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Revista Brasileira de Anestesiologia

Print version ISSN 0034-7094

Rev. Bras. Anestesiol. vol.61 no.6 Campinas Nov./Dec. 2011

http://dx.doi.org/10.1590/S0034-70942011000600002 

SCIENTIFIC ARTICLE

 

Citrus aurantium blossom and preoperative anxiety

 

 

Mahmood AkhlaghiI; Gholamreza ShabanianII; Mahmoud Rafieian-KopaeiIII; Neda ParvinIV; Mitra SaadatV; Mohsen AkhlaghiVI

IMD; Associate Professor of Anesthesiology, Anesthesiology Department, Shahrekord University of Medical Sciences, Shahrekord, Iran
IIMD; Assistant Professor of Anesthesiology, Medicinal Plants Research Center, Shahrekord University of Medical Sciences, Shahrekord, Iran
IIIPhD; Professor of Pharmacology, Medicinal Plants Research Center, Shahrekord University of Medical Sciences, Shahrekord, Iran
IVMA; Lecturer of Nursing, Medicinal Plants Research Center, Shahrekord University of Medical Sciences, Shahrekord, Iran
VMD; General Practitioner, Medicinal Plants Research Center, Shahrekord University of Medical Sciences, Shahrekord, Iran
VIPharmacy Student, Shiraz University of Medical Sciences, International Branch, Shiraz, Iran

Correspondence to

 

 


SUMMARY

BACKGROUND AND OBJECTIVES: Reducing anxiety is very important before operation. Preoperative visit and use of premedication are popular methods to achieve this goal, but the role of anxiolytic premedication remains unclear and postoperative side-effects may result from routine premedication. Citrus aurantium is used as an alternative medicine in some countries to treat anxiety, and recently the anxiolytic role of this medicinal plant was established in an animal model study. The aim of this study was to assess the anxiolytic effect of Citrus aurantium blossom on preoperative anxiety.
METHODS:We studied 60 ASA I patients undergoing minor operation. In a randomized double-blind design, two groups of 30 patients received one of the following oral premedication two hours before induction of anesthesia: 1) Citrus aurantium blossom distillate 1 mL.kg-1 (C-group); 2) Saline solution 1 mL.kg-1 as placebo (P-group). Anxiety was measured before and after premedication using the Spielberger state-trait anxiety inventory (STAI-state) and the Amsterdam preoperative anxiety and information scale (APAIS) before operation.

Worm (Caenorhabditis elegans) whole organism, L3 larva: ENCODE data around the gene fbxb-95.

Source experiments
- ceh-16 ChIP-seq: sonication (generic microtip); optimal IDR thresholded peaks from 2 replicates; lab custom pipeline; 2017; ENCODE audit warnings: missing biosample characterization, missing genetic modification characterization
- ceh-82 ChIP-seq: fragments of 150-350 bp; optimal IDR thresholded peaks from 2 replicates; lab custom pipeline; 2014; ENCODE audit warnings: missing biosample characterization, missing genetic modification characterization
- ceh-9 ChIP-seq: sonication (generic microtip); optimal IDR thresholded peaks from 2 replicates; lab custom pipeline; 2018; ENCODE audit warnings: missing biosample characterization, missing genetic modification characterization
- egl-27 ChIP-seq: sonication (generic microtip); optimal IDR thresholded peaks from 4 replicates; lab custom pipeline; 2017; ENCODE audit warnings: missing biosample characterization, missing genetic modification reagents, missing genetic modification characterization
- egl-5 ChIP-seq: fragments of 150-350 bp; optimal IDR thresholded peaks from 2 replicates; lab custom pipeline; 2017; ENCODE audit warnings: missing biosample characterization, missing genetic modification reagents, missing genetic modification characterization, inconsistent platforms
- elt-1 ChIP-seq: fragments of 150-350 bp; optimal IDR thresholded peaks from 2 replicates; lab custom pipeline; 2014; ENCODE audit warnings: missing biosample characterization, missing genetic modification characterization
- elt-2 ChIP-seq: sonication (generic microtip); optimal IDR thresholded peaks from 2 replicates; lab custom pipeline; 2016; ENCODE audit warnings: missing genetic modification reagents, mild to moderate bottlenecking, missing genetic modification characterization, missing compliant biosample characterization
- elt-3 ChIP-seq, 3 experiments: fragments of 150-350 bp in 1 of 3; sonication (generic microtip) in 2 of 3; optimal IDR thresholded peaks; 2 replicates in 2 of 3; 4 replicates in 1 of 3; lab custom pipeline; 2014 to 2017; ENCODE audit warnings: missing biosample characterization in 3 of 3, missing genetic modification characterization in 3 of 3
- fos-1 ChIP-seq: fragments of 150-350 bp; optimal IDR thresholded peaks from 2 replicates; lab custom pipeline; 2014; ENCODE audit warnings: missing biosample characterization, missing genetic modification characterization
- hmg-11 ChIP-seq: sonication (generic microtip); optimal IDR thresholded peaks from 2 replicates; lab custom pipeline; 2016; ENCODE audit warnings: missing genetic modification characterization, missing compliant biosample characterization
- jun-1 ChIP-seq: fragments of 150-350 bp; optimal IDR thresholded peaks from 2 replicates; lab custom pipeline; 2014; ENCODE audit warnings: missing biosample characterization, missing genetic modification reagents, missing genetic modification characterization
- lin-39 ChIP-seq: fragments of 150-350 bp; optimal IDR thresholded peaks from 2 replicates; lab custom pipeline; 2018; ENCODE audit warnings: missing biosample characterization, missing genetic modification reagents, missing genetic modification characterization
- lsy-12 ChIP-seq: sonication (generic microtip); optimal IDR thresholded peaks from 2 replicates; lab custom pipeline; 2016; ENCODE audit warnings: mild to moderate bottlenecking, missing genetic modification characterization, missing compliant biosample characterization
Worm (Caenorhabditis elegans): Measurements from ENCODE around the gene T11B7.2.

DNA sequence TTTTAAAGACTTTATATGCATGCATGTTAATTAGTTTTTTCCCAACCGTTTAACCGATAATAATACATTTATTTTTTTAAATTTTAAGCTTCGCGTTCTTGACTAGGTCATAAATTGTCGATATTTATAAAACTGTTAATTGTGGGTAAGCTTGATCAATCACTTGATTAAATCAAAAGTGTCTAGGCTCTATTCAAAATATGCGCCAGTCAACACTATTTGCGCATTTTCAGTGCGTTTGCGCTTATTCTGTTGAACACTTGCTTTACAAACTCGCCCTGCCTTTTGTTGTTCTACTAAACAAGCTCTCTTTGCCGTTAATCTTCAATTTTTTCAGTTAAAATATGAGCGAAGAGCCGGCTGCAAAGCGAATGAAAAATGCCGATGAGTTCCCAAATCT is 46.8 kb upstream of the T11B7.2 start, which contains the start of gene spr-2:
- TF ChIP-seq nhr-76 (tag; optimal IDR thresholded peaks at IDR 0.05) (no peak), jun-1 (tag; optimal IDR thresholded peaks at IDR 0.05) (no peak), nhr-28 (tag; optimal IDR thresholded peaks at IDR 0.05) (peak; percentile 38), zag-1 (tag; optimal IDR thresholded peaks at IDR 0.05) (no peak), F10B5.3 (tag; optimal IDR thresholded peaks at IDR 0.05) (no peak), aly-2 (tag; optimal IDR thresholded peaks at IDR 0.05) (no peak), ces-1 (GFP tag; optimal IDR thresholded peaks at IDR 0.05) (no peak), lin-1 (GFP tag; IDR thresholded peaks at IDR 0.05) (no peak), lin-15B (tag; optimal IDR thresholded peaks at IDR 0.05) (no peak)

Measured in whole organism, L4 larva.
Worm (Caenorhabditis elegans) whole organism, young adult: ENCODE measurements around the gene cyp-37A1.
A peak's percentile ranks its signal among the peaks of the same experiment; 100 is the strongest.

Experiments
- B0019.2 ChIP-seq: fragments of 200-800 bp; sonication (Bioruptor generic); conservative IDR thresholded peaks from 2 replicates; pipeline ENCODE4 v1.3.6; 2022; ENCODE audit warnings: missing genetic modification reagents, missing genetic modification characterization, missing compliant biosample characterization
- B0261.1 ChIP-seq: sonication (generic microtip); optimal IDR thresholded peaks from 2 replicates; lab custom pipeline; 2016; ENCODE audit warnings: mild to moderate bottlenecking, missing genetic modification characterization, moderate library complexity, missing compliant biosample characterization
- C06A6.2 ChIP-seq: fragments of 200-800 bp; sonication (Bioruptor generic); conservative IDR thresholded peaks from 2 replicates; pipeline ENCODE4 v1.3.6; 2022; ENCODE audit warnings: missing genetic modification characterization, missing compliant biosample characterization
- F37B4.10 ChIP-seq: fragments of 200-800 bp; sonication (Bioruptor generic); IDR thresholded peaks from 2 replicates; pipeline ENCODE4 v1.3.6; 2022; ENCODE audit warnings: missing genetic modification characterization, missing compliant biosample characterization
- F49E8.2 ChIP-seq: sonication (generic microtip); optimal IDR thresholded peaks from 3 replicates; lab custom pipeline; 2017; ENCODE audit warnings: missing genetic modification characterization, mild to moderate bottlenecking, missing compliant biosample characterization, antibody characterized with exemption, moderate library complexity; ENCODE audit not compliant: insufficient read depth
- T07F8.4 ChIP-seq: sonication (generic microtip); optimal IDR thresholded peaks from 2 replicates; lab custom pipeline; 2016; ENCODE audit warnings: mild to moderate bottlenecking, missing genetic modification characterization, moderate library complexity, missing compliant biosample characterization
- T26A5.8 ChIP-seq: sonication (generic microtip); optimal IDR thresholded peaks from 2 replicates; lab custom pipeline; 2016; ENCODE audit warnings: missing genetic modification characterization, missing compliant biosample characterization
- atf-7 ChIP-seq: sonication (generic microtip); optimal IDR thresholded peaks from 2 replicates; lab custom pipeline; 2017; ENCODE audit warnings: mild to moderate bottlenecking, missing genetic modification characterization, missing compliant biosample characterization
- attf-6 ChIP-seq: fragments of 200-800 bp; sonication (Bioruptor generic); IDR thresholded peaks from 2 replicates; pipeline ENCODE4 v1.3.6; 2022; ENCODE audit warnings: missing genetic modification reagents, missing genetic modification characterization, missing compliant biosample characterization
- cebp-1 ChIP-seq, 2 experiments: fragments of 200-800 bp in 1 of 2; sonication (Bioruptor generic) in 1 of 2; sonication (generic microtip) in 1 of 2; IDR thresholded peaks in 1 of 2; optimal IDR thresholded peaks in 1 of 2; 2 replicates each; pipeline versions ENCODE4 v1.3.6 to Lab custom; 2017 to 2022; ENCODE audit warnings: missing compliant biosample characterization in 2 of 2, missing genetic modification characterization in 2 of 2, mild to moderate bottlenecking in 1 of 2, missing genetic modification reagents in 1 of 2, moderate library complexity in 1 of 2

RESULTS: After premedication, both the STAI-state and the APAIS scales were decreased in C-group (p < 0.05); while exhibiting no significant changes in P-group.
CONCLUSIONS: Citrus aurantium blossom may be effective in terms of reduction in preoperative anxiety before minor operation.

Keywords: Citrus; Flowers; Preoperative Care; Anxiety; Ambulatory Surgical Procedures.


 

 

INTRODUCTION

There is no doubt that people awaiting surgery experience anxiety 1 This phenomenon is closely related to fear from a new unfamiliar environment, fear of surgery and death 2. Incidences of preoperative anxiety have been reported from 11% to 80% of adult patients. Related to this large number of preoperative anxious patients, preoperative anxiety could influence on the course and outcomes of surgical treatments 3. The correlation between preoperative anxiety and some complications such as postoperative pain, postoperative intravenous sedation, or more anesthetic requirements have been established by some studies 4-7. Maranets et al. 5 found that high baseline anxiety level predicts increased intraoperative anesthetic requirements and they suggest that anesthesiologists should modify the initial induction dose based on the anxiety level exhibited by patients.